ISMAIL SABRI YAAKOB, Prime Minister of Malaysia, affirming his country’s commitment to recover from the deadly pandemic, stated that no one was safe unless everyone was safe. “We must fight this battle together,” he stressed, urging that the deep-rooted challenges of inequality, political instability and global governance be addressed in the spirit of a world family. He observed with regret that, despite all the efforts to curb the pandemic, the world was far from winning the war against the deadly virus. “Our relief that vaccines were developed in record time was quickly followed by distress at its discriminatory roll‑out,” he said, calling for a more effective health diplomacy by means of enhancing access of countries to relevant technology and knowledge.
He further noted that COVID-19 amplified pre-existing inequalities and set back many gains in the achievement of the 2030 Agenda. Consequently, Malaysia’s GDP contracted by 5.6 per cent — the worst decline in more than 20 years since the Asian financial crisis. He further detailed the efforts of his Government to address this unprecedented health crisis, including through the implementation of the National Recovery Plan.
“For Malaysia, mainstreaming sustainability is key in ensuring a smooth transition to a greener socioeconomic ecosystem,” he continued, outlining plans towards making his country a low‑carbon nation by 2050. He also underscored Malaysia’s support to the total elimination of nuclear weapons. As a multicultural, multiracial and multireligious country, Malaysia remains a strong proponent of multilateralism, he said, underlining the essential role of respect and mutual understanding in international discourse. “We should learn to celebrate and treat differences with genuine curiosity and meaningful respect,” he stated.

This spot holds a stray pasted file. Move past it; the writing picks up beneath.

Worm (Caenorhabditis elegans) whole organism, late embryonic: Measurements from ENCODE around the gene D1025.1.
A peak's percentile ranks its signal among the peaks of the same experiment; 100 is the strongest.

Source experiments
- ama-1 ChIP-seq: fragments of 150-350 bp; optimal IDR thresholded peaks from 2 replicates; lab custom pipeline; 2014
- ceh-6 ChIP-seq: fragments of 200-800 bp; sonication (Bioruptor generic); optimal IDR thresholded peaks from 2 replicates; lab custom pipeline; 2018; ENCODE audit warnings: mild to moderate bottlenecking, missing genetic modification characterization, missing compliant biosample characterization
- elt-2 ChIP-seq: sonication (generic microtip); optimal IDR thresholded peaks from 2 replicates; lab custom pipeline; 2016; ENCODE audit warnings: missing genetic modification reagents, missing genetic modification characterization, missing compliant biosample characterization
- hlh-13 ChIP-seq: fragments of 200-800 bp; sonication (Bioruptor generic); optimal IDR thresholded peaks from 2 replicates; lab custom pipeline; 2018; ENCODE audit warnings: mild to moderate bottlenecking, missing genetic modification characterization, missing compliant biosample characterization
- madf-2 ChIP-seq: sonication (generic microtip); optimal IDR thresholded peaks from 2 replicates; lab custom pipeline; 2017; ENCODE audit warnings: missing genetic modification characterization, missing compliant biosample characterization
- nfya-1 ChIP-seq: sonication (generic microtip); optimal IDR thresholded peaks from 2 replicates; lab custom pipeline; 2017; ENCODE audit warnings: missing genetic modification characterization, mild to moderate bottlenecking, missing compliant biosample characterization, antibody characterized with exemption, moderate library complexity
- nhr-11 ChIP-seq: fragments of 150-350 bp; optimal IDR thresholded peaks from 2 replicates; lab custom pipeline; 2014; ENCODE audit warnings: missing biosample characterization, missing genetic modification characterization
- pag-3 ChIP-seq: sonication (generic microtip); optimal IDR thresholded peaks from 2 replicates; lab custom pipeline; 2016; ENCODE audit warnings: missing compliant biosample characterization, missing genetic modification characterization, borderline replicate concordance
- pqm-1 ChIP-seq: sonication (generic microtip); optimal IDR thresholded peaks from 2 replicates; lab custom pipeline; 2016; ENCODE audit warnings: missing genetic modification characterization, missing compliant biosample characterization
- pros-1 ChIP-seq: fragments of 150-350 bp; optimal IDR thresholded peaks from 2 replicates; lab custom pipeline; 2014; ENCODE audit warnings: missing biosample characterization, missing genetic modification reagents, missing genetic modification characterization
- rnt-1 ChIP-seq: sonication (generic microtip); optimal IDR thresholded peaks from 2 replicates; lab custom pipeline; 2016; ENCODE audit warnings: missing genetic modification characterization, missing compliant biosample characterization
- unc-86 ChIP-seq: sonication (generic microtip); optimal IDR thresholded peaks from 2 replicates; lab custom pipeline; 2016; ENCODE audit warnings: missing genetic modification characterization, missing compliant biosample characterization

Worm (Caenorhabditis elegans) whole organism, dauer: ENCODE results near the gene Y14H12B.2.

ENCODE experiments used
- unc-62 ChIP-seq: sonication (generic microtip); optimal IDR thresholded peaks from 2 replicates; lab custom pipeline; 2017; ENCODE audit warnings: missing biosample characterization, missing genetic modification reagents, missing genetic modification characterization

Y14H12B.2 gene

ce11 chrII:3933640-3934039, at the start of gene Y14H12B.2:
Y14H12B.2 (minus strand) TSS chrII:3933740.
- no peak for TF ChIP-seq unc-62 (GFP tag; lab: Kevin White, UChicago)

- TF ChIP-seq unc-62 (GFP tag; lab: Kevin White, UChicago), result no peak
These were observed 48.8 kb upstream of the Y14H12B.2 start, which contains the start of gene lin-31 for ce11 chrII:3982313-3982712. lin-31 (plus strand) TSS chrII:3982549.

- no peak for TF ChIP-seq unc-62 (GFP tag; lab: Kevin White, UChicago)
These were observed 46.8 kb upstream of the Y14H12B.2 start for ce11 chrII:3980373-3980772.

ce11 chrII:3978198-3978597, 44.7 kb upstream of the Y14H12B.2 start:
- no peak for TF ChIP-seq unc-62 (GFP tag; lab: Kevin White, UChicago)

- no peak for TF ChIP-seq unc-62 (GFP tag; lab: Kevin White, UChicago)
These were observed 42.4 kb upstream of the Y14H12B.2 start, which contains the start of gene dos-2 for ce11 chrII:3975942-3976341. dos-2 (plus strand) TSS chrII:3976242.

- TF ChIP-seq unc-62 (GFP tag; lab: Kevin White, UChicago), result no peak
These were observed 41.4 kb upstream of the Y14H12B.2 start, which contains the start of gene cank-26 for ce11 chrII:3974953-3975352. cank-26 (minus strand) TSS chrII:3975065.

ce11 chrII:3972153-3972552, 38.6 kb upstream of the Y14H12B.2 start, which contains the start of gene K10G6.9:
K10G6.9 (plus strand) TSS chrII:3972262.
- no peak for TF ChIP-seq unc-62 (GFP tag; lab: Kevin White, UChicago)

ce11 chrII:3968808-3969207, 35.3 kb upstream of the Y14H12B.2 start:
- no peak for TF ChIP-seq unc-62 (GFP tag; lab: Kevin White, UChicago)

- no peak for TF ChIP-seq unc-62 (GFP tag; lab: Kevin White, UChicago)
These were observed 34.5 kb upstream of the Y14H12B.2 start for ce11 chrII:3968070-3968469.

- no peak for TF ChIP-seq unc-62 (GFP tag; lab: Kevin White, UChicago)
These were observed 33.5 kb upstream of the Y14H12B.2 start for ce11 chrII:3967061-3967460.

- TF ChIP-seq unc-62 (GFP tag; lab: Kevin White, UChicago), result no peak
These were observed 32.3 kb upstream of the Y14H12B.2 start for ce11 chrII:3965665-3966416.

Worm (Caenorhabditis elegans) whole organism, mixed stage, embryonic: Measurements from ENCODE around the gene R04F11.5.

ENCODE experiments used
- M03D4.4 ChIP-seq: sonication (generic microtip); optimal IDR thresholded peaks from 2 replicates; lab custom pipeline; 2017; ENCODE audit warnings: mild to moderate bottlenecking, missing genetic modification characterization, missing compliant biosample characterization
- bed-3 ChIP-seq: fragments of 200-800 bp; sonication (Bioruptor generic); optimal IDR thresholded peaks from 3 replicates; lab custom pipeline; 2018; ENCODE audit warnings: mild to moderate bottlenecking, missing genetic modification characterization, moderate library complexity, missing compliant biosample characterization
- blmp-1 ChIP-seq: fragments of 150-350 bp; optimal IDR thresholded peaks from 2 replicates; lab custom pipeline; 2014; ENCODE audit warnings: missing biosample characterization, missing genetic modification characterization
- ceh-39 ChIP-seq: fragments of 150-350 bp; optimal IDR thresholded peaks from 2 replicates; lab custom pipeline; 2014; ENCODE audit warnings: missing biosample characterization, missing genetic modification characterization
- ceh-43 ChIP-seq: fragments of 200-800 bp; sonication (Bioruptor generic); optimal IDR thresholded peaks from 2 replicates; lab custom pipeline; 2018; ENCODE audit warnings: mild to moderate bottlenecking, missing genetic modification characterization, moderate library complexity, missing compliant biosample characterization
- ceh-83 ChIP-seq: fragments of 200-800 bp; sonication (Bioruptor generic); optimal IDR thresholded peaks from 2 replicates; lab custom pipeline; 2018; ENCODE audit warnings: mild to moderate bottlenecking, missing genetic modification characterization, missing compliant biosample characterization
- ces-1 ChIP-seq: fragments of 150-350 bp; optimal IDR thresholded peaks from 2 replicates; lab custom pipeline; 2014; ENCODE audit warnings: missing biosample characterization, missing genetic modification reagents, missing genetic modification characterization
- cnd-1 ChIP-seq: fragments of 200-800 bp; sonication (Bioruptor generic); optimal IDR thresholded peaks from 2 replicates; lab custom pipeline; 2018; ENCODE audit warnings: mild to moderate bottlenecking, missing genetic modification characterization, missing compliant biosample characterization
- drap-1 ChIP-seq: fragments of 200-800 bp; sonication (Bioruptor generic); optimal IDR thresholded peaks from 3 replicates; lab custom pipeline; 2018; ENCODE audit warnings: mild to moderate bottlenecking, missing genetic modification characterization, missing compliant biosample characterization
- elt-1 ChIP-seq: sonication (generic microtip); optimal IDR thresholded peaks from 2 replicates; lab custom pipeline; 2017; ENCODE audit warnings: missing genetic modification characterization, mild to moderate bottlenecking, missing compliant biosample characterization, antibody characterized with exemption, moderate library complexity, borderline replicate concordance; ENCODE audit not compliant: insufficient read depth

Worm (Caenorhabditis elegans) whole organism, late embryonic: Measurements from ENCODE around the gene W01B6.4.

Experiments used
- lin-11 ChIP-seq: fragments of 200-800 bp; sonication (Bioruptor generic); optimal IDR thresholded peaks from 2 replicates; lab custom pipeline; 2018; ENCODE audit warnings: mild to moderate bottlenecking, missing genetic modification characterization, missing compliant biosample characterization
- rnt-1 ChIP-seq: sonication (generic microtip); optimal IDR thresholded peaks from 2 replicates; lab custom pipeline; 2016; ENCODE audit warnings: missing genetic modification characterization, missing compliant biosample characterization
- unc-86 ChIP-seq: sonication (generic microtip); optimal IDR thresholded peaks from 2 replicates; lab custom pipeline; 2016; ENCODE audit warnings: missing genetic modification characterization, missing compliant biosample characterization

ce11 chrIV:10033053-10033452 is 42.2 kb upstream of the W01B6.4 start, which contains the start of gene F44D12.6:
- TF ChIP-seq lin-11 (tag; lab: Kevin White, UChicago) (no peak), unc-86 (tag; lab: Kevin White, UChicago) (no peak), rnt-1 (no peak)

Addressing the situation in Myanmar and the Rohingya issue, he stressed that a peaceful solution must be found. Spotlighting the troubling refugee crisis, he pointed out that Malaysia hosts more than 154,000 refugees from Myanmar, comprising 86 per cent of the refugee population in the country. On the Palestinian issue, he stated that inhumane acts committed against the Palestinians over the years were tantamount to the crime of apartheid.
He also recalled the recent terrorist attack outside the Hamid Karzai International Airport in Kabul, condemning terrorism in all its forms and manifestations. “The region cannot be allowed to be turned into a fertile breeding ground for terrorism again,” he concluded, expressing readiness of his country to extend humanitarian assistance to the people of Afghanistan. On that note, he called on Member States to demonstrate openness, flexibility and political will in order to pursue the reform of the United Nations in the interest of international peace, security and prosperity.
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